Burundi is a small landlocked country in Africa about the size of Massachusetts. Burundi people have experienced a tumultuous history of war and violence due to ethnic tensions between two major tribes, the Tutsi and the Hutu. Due to Burundi’s political and economic instability, it remains one of the poorest countries in the world.
Many Burundi people have lived their entire lives under unstable governments, discrimination, and violence. Many were forced to flee their homes and live in refugee camps in neighboring countries. Some Burundi sought asylum in the United States. Over 100 Burundi refugees live in Vermont today.
The nation’s official languages are Kirundi and French. Kirundi, a Bantu language, is an every day conversation language while French is generally used in government and business settings.
Christianity is the religion of the majority (about 62% ) of Burundians. Other religions are Protestant and Muslim. Many people who consider themselves Christian or Muslim also incorporate traditional indigenous beliefs into their practice.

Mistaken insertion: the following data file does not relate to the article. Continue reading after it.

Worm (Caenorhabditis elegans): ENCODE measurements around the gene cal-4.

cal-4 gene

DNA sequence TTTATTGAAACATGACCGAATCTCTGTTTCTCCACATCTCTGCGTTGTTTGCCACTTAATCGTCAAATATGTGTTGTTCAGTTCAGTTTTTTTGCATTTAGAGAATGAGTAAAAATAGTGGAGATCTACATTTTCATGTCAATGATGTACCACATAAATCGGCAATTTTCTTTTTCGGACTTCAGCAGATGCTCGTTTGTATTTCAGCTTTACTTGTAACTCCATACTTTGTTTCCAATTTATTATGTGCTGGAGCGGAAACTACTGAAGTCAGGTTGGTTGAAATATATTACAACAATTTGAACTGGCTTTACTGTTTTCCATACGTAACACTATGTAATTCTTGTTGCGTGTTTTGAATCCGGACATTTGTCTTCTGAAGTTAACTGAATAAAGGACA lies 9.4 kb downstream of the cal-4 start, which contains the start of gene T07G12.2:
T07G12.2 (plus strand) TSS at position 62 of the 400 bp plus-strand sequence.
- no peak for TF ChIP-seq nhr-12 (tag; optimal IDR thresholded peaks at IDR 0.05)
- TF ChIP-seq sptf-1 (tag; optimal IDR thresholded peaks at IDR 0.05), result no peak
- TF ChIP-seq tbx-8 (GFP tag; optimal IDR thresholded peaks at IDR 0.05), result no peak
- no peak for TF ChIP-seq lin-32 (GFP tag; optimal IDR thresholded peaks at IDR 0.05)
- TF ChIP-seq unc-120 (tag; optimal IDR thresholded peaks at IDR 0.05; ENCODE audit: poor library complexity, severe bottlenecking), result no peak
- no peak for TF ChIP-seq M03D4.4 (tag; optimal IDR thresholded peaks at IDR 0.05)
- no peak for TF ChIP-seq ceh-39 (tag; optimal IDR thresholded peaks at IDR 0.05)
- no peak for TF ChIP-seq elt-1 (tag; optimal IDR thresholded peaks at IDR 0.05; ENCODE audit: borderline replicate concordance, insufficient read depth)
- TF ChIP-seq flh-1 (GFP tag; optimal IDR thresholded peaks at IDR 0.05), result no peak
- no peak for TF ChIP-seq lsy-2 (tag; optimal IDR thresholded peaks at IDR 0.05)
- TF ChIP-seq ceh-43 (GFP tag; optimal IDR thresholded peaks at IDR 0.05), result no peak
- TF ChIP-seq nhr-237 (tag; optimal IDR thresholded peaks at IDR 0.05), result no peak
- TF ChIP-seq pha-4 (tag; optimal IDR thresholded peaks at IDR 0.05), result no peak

Traditional healers are common in Burundi and many people turn to them to solve and alleviate issues of physical and mental health. However, mental health issues are often minimized and access to support and treatment is limited. It is not uncommon for Burundi people to stigmatize others in their community who exhibit signs of mental health problems.
According to a 2004 study by the World Bank Human Development Network on Health, Nutrition, and Population, many Burundis have experienced symptoms of depression, post traumatic stress disorder, and generalized anxiety disorder. The trauma the Burundi people have experienced from their country’s civil war has led to pervasive fear and anxiety in segments of the refugee population.